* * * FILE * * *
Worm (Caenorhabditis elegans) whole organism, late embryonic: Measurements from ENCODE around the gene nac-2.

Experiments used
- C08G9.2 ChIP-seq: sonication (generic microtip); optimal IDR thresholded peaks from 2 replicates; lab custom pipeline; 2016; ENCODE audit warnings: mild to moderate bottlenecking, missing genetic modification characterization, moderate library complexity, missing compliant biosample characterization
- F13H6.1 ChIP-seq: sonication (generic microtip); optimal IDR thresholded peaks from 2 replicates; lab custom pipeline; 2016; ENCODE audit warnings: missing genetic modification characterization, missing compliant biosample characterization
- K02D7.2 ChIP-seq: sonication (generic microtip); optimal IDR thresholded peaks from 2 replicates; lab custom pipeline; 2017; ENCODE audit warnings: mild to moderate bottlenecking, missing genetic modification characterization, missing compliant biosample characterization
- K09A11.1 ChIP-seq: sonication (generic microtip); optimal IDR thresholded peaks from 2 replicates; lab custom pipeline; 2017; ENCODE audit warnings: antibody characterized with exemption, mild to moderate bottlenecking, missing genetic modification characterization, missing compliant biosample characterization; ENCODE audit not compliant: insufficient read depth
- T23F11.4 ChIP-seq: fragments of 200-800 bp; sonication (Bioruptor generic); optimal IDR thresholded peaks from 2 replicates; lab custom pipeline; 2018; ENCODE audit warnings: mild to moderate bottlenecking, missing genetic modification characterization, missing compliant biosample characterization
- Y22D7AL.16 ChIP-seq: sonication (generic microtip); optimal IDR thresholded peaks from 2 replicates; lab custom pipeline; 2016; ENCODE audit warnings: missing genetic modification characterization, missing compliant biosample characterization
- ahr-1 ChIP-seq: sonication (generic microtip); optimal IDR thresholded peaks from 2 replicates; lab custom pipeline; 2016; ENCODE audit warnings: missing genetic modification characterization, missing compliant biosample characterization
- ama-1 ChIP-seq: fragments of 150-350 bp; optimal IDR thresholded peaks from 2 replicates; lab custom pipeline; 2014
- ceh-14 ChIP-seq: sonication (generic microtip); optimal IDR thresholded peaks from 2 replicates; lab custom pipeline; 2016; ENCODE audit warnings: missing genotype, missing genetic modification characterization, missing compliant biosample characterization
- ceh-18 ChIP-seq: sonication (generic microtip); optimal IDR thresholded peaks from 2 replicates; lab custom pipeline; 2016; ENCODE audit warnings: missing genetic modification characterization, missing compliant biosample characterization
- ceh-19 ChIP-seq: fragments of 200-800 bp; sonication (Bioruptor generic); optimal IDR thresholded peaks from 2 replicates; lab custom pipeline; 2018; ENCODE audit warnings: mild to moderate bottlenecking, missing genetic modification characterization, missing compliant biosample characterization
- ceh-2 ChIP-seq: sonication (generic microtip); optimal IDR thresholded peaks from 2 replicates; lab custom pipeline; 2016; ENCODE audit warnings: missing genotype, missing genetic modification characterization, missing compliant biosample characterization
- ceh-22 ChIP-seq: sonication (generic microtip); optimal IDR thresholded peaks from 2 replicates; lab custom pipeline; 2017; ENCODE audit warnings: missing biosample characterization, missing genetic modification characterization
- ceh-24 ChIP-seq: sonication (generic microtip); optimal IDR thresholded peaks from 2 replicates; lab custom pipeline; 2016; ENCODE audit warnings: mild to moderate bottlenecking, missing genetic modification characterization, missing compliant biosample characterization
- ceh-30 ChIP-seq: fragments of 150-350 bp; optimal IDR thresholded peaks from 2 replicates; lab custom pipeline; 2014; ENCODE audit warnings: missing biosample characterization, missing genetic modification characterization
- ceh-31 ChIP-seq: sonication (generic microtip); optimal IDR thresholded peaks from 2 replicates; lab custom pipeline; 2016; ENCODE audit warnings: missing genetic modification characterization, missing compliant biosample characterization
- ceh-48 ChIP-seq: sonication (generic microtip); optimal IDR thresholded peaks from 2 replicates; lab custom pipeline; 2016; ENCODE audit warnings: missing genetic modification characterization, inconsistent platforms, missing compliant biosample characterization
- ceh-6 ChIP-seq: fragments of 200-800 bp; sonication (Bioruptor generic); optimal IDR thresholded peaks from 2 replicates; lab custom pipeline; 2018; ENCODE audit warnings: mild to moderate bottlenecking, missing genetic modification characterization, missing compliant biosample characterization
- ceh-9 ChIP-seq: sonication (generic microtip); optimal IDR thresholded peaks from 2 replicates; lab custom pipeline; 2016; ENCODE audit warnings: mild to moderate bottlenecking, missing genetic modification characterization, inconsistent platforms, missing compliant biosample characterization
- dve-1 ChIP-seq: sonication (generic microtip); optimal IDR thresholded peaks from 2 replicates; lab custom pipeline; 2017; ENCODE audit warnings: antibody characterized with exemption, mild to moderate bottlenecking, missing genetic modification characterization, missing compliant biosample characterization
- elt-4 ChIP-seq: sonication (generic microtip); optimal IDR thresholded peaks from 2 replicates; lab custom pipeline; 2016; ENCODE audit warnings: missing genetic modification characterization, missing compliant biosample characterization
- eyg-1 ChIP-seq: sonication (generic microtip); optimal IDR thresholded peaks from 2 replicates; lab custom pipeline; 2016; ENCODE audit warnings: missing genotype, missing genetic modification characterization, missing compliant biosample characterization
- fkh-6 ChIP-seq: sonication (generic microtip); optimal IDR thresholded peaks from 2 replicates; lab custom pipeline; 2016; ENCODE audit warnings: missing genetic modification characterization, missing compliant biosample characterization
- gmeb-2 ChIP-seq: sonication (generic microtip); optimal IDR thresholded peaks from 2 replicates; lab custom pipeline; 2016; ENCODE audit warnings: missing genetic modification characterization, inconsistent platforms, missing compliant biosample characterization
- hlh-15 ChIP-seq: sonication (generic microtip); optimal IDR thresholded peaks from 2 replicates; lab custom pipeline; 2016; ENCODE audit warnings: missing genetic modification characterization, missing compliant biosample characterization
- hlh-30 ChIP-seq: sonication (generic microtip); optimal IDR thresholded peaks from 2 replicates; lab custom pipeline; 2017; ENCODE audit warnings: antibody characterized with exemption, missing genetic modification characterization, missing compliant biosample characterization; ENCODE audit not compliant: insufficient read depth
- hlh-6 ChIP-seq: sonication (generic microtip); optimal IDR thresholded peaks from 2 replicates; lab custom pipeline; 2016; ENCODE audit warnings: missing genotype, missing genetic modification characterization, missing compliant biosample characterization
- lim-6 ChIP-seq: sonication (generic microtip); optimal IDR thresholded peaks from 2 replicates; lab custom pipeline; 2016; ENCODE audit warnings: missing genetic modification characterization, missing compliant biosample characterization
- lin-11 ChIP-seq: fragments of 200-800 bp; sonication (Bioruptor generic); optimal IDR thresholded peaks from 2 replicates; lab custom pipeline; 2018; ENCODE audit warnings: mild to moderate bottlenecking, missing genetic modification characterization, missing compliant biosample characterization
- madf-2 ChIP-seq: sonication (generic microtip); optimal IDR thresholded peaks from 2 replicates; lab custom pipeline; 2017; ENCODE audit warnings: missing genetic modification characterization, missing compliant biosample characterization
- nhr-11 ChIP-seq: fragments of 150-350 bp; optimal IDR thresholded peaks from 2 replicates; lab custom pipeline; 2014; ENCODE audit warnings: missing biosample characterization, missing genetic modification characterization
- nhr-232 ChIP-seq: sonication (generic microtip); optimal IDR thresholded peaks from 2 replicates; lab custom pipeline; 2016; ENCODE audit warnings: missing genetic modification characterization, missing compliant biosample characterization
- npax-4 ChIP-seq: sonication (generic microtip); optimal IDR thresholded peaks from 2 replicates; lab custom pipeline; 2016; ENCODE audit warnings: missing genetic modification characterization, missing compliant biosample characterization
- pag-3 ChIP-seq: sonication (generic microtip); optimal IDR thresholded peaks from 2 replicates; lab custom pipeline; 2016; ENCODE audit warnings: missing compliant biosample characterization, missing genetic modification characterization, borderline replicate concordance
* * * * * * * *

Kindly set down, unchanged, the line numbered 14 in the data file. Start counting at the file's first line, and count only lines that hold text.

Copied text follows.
- ceh-2 ChIP-seq: sonication (generic microtip); optimal IDR thresholded peaks from 2 replicates; lab custom pipeline; 2016; ENCODE audit warnings: missing genotype, missing genetic modification characterization, missing compliant biosample characterization